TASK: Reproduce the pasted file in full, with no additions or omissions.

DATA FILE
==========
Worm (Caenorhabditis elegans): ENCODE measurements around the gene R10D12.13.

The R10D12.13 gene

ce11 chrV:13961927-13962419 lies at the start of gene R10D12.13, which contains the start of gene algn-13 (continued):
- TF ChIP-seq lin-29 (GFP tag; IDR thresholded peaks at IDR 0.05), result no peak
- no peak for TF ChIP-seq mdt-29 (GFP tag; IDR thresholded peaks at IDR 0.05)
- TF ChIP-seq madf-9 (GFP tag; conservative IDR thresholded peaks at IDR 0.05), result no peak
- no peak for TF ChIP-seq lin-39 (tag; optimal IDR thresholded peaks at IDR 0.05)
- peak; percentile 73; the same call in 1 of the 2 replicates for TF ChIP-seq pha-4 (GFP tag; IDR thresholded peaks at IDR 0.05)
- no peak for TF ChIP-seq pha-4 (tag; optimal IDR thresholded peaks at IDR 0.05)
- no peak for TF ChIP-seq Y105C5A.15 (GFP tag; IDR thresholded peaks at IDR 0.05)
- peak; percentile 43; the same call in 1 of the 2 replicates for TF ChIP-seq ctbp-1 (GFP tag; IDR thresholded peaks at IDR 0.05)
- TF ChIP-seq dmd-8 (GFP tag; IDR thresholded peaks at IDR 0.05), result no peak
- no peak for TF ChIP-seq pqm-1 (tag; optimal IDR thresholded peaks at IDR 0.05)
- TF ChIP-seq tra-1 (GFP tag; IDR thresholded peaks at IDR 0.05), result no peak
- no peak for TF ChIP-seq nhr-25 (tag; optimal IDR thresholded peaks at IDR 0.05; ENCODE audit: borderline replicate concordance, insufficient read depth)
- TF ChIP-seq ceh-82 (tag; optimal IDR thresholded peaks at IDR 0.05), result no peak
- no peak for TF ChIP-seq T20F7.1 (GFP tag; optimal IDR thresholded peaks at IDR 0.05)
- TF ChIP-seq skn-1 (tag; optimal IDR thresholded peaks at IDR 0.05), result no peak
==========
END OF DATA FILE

Worm (Caenorhabditis elegans): ENCODE measurements around the gene R10D12.13.

The R10D12.13 gene

ce11 chrV:13961927-13962419 lies at the start of gene R10D12.13, which contains the start of gene algn-13 (continued):
- TF ChIP-seq lin-29 (GFP tag; IDR thresholded peaks at IDR 0.05), result no peak
- no peak for TF ChIP-seq mdt-29 (GFP tag; IDR thresholded peaks at IDR 0.05)
- TF ChIP-seq madf-9 (GFP tag; conservative IDR thresholded peaks at IDR 0.05), result no peak
- no peak for TF ChIP-seq lin-39 (tag; optimal IDR thresholded peaks at IDR 0.05)
- peak; percentile 73; the same call in 1 of the 2 replicates for TF ChIP-seq pha-4 (GFP tag; IDR thresholded peaks at IDR 0.05)
- no peak for TF ChIP-seq pha-4 (tag; optimal IDR thresholded peaks at IDR 0.05)
- no peak for TF ChIP-seq Y105C5A.15 (GFP tag; IDR thresholded peaks at IDR 0.05)
- peak; percentile 43; the same call in 1 of the 2 replicates for TF ChIP-seq ctbp-1 (GFP tag; IDR thresholded peaks at IDR 0.05)
- TF ChIP-seq dmd-8 (GFP tag; IDR thresholded peaks at IDR 0.05), result no peak
- no peak for TF ChIP-seq pqm-1 (tag; optimal IDR thresholded peaks at IDR 0.05)
- TF ChIP-seq tra-1 (GFP tag; IDR thresholded peaks at IDR 0.05), result no peak
- no peak for TF ChIP-seq nhr-25 (tag; optimal IDR thresholded peaks at IDR 0.05; ENCODE audit: borderline replicate concordance, insufficient read depth)
- TF ChIP-seq ceh-82 (tag; optimal IDR thresholded peaks at IDR 0.05), result no peak
- no peak for TF ChIP-seq T20F7.1 (GFP tag; optimal IDR thresholded peaks at IDR 0.05)
- TF ChIP-seq skn-1 (tag; optimal IDR thresholded peaks at IDR 0.05), result no peak